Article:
I was sitting on the lower berth; ambivalent yet observant. The view from my window seat was appealing. On the parallel track, a train had just pulled on. The neighboring compartment was a dynamic collage of people, suitcases, trolleys, food and jubilant chatter. There were two stocky boys, fighting for the window seat. And there was a mamma who would rather put her baby to sleep. The grouchy father stooped onto his newspaper and the two girls in the adjacent berth were…….BLUR. The train gave a swift jerk, collapsing the collage into a blur. It was gone in seconds. I was still waiting for my train to start. After getting a clear signal, another train leveled up to my side. Intrigued, I looked across the window again. Ah… The two girls. Yes, they looked a little different. Nonetheless, they were listening to music from the same walkman, they had plugged one earphone each into their delicate lobes. I adjusted a bit in my seat so that I could cover a wider body of the train through my eyes and spotted the third window to my left. A middle-aged man, with a little stubble was reading a book. And the name of the book was……..BLUR. There sprinted this train too. Our train was yet to bellow the whistle but I was in no hurry. I was not checking my watch, my time had not begun. It would only become consequential upon my train’s hissing, hissing jet black fumes in rings. Hauling a long body of several parts, it would chug along soon, swooping me up in its belly and strutting me into the driver seat. And then, I would steer it to a path of my choice. And indicating a very busy day, there halted another train by my side. I peered through the window railings to sew in the familiarity thread. I was craning my neck like a beaked animal to locate the man with a book when someone tapped on my shoulders.
“Miss, are you not getting down?”
“Oh! Why? Has our engine developed a fault?”
“Has the train’s timing changed?”
“Is there a deviation in route?”
“Why on earth would you ask me to alight then?”
“Because we have reached our last station, Miss. The train stops here.”
Often we think by boarding the stable train of love, sacrifice and forgiveness, we can assume the smug authority of being judgemental about the debilitating fleet of people on the other side of the track. But sometimes, all we end up doing is traverse the rickety track of misunderstanding, ego and cowardice, ourselves and reach a station of remorse where there is no going back.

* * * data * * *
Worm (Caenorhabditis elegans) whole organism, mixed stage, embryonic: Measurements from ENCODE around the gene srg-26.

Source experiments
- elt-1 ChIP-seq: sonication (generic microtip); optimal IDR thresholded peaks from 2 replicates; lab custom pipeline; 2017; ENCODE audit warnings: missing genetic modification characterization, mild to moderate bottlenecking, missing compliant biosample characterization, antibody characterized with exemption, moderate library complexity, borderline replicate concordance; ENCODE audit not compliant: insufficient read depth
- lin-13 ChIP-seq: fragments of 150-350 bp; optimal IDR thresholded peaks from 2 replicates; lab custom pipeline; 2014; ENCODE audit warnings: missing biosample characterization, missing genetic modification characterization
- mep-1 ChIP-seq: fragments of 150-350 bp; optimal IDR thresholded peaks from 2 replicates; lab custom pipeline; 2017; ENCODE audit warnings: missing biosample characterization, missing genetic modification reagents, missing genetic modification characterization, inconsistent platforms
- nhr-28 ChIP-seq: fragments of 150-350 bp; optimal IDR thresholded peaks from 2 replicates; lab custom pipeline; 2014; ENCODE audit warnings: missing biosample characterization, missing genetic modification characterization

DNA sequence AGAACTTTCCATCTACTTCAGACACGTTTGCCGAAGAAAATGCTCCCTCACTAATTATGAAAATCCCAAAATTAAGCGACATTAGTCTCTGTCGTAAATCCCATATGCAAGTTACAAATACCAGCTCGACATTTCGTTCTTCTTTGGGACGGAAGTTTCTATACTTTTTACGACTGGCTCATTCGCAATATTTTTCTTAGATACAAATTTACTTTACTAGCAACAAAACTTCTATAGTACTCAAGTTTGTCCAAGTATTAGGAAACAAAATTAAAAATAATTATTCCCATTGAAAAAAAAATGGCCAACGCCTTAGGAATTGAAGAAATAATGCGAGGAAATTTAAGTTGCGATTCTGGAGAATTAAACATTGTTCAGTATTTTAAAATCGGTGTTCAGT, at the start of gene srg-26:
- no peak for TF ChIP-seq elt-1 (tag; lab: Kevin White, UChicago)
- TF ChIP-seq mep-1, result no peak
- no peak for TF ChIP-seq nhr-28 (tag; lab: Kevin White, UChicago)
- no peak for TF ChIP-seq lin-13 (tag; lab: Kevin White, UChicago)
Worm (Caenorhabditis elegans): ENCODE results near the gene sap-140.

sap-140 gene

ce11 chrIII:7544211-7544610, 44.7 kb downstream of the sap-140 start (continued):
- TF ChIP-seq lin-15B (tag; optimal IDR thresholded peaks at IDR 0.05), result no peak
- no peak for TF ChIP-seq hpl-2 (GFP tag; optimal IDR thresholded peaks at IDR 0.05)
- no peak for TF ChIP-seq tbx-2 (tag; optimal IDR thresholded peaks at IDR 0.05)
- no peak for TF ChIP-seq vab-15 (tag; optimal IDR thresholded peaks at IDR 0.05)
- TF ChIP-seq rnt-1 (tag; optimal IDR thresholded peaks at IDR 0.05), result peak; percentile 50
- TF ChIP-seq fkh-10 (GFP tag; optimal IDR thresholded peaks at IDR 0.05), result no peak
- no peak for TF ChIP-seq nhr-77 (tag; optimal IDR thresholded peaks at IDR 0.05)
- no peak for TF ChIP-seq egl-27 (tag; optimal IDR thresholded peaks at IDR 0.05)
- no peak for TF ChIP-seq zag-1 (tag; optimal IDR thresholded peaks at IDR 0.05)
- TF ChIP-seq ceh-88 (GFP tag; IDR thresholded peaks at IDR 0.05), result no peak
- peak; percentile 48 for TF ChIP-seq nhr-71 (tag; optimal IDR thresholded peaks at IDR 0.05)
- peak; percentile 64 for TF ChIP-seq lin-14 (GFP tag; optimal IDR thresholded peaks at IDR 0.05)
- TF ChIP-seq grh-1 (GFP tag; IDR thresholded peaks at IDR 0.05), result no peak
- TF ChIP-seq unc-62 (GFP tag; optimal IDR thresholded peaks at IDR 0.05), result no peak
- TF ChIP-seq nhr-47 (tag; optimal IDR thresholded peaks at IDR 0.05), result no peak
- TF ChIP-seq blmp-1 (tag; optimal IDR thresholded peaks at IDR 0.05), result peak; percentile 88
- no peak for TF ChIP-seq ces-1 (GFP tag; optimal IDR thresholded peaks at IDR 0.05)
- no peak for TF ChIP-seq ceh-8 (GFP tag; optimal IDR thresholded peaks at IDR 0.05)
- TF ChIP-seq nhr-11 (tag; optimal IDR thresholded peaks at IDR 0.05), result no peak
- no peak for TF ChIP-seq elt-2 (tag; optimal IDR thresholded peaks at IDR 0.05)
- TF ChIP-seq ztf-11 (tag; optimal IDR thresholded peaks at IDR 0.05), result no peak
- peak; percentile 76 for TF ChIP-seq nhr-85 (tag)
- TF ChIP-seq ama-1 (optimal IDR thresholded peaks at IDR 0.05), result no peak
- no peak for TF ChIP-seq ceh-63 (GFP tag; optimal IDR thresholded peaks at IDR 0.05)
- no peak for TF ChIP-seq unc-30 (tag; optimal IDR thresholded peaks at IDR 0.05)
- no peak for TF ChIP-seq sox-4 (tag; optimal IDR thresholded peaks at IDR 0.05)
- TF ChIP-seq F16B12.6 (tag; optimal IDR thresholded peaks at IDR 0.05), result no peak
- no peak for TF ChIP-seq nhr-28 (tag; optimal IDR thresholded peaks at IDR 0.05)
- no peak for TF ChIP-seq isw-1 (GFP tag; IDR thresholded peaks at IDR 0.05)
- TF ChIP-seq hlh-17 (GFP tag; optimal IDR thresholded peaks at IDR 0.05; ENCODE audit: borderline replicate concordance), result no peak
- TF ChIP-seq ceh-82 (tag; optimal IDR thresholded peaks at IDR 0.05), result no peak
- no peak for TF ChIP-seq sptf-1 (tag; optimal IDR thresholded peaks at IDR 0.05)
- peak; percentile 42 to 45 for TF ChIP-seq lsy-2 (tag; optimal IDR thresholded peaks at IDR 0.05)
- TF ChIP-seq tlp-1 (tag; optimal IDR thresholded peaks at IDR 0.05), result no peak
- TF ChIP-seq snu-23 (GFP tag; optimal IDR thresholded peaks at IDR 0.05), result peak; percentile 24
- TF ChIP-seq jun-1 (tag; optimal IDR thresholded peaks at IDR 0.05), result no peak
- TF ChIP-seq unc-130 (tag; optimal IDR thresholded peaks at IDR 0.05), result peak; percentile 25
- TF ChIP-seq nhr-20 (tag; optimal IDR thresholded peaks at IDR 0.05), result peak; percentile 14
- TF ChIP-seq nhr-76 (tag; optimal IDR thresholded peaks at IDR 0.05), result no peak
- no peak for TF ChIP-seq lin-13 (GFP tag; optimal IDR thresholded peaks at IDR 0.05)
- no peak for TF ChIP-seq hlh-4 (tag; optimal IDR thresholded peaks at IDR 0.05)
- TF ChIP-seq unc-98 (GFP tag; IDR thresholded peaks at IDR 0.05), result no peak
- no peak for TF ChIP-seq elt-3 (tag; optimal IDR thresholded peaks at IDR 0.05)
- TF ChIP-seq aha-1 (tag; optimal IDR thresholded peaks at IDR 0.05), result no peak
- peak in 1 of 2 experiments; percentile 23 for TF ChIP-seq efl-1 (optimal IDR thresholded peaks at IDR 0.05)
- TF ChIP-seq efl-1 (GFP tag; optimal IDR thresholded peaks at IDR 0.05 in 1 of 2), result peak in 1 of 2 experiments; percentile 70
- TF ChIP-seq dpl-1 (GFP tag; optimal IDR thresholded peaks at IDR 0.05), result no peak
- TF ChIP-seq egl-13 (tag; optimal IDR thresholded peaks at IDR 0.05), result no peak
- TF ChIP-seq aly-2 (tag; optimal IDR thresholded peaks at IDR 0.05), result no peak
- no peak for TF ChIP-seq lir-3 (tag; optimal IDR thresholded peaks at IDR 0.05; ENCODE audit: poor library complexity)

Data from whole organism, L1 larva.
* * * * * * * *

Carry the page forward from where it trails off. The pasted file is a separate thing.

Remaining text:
Barnes weaves a heart-warming story of misconstrued life pieces of Tony Webster and Veronica Ford, over a period of forty years. The carefree Tony and the fiery Veronica of the twenties were connected by love and confused passion; the subdued Tony and the reserved Veronica of the sixties are connected by Adrian Finn. The facts, in the light of Finn’s death, after four decades, come to haunt them in such puerile cloak that believing in their veracity stands in direct conflict to their lives’ totality. Interspersed with patches of mimicking friends and stains of marital discontent, the cloak randomly envelops the two in strangling black stench of misplaced vanities as well as liberating white fragrance of ultimate clarity.
However, life never steals the smile altogether from our lips and hence, Barnes provides intermittent relief to Tony’s ramblings with a generous serving of humor and charm. His exchange with his friends, Alex and Colin, the Ford family, his wife, daughter, grandson and even his attorney, keep the light of cheerfulness aglow. But the hilarity invariably accentuates the futility of late comprehension and stark helplessness.
Time does not act as a fixative, rather as a solvent.
And quite always, we wish to see this solvent render a clear and transparent shine to our lives; where our young truths are not abdicated by our old experiences and our raw actions, not relinquished by our ripened maturity.
When some sights of our sunny times, turn hazy in sudden drizzle of delayed realization during our twilight years, they assume a new form once the haze subsides. The picture of life, then, looks painted by some alien hands. We always believed it to be our hands though, never doubting it for an instant. This slippery consciousness drops us promptly into the abyss of memory where we make half of what we gather and stare at the other half with perplexing culpability.
But as Barnes says, this indeed is the curse of life:
There is accumulation. There is responsibility. And beyond these, there is unrest. There is great unrest. The longer we live, the lesser we understand.
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